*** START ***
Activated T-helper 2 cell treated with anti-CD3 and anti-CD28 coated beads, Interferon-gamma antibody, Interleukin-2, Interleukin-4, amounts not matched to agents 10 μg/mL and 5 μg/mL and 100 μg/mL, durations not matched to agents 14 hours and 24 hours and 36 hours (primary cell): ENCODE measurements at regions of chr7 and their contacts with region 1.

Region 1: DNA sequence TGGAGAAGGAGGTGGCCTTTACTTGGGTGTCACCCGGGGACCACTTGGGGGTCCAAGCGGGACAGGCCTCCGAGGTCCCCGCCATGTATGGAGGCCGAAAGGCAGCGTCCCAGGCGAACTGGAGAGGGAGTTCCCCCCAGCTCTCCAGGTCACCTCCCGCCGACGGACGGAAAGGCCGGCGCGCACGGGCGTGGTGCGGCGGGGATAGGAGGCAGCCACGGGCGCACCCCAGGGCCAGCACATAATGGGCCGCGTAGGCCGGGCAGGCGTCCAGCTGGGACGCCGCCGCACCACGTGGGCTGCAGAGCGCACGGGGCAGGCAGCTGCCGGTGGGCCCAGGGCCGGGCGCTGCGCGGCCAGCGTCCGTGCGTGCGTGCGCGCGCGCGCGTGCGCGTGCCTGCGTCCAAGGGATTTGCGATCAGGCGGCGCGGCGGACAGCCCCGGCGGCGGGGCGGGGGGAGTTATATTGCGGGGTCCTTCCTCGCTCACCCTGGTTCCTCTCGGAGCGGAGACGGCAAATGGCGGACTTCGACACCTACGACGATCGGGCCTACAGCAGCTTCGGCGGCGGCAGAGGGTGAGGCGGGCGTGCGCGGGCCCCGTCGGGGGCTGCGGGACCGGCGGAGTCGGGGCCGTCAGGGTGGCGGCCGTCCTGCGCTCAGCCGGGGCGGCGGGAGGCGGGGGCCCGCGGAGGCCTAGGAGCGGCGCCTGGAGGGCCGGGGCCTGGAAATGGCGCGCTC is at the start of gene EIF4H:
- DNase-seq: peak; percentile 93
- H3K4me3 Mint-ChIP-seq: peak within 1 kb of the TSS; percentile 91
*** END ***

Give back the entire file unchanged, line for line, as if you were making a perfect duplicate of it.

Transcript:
Activated T-helper 2 cell treated with anti-CD3 and anti-CD28 coated beads, Interferon-gamma antibody, Interleukin-2, Interleukin-4, amounts not matched to agents 10 μg/mL and 5 μg/mL and 100 μg/mL, durations not matched to agents 14 hours and 24 hours and 36 hours (primary cell): ENCODE measurements at regions of chr7 and their contacts with region 1.

Region 1: DNA sequence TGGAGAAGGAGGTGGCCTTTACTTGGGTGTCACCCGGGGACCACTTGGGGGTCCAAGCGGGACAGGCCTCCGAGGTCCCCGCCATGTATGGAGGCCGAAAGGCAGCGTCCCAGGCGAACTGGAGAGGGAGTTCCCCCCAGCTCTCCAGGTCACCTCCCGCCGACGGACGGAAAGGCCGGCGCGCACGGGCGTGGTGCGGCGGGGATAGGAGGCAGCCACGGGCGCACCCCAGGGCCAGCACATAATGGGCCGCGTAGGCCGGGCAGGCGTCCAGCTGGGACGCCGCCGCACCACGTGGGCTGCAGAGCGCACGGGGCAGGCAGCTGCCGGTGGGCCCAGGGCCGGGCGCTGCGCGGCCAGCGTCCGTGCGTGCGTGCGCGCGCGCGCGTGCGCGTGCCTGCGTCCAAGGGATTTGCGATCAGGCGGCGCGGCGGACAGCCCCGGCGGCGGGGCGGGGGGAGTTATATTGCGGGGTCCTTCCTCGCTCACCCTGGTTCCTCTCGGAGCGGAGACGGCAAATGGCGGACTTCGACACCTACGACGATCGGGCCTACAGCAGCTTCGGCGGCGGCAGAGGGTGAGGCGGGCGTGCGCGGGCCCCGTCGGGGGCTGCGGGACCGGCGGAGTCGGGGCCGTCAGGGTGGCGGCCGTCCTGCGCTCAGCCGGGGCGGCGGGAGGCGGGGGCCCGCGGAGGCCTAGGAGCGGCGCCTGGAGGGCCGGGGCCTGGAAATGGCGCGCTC is at the start of gene EIF4H:
- DNase-seq: peak; percentile 93
- H3K4me3 Mint-ChIP-seq: peak within 1 kb of the TSS; percentile 91